For example when I see something like
WiFiClient client; so what is that doing?
That is declaring a variable, named client, that is of type WiFiClient. Bog standard C and C++ coding.
Since WiFiClient is not a standard type like int or float or char, we can surmise that it must be class or struct.
Does the h or cpp file MUST be called that, or something inside only?
There is not requirement that the name of the header file or the source file MUST match the class that it defines, but there IS a convention that says that they will. Often violated in Arduino land.
And suppose I want to see what sort of facilities are available in these programs, how do I read them.
With a text editor.
I double click and that nothing
On what operating system? On Windoze, there are default applications for a lot of types. If the type (based on the extension) is defined, the default application for that type will be started. If the type does not have a default application, Windoze will pop up a dialog telling you that, and suggesting what application might be useful. In Win10, this stupid dialog doesn't provide a way to say "never mind. I didn't mean to double click this file's icon".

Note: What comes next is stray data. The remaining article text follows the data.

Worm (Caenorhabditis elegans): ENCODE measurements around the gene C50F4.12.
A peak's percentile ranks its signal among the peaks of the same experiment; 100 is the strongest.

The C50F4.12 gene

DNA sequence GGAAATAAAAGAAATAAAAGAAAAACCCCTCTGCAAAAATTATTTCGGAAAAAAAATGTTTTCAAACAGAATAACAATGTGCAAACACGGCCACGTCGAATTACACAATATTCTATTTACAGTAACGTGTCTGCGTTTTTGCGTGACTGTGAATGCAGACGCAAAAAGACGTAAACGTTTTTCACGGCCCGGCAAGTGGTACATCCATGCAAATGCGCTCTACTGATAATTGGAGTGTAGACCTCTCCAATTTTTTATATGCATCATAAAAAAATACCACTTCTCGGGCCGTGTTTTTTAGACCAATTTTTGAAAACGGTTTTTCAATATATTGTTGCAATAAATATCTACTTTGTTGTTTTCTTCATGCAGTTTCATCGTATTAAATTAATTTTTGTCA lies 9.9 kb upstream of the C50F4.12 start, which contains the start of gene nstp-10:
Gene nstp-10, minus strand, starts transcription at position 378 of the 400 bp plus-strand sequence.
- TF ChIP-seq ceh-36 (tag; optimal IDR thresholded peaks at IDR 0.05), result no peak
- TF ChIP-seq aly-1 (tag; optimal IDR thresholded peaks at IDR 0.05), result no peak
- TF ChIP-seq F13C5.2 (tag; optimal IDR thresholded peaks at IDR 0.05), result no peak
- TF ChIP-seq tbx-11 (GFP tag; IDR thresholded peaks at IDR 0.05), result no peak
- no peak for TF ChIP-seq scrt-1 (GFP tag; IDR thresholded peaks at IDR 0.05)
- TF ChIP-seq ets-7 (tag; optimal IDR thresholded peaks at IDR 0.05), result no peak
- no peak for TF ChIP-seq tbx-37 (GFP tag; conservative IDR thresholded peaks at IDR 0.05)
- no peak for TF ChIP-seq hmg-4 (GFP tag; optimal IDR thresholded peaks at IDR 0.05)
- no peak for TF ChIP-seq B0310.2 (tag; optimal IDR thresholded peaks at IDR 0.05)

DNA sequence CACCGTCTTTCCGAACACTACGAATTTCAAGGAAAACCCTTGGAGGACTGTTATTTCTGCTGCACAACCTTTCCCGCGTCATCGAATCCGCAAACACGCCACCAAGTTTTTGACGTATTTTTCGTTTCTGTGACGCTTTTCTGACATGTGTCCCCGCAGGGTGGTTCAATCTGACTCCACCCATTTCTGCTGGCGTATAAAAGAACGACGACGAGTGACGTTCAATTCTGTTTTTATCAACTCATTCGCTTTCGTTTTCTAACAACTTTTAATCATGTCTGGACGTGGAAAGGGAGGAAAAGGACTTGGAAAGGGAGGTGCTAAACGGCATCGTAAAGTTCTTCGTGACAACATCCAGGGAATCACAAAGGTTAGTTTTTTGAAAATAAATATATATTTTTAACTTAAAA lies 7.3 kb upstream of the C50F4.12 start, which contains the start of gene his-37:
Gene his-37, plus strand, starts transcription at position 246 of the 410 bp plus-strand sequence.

then I open with textedit
A passable action. Not a great editor for code, but at least you can see the text.
there is not much documentation in the programs either.
Typically, the documentation is in the examples, not in the code. There are also some expectations that you know what a client is, what a server is, etc. So, you should not be expecting to find a "WiFiClient for Dummies" reference book in the source or header file.
I don't even understand the :: thing I see often.
Its time to take a class in object oriented programming, then.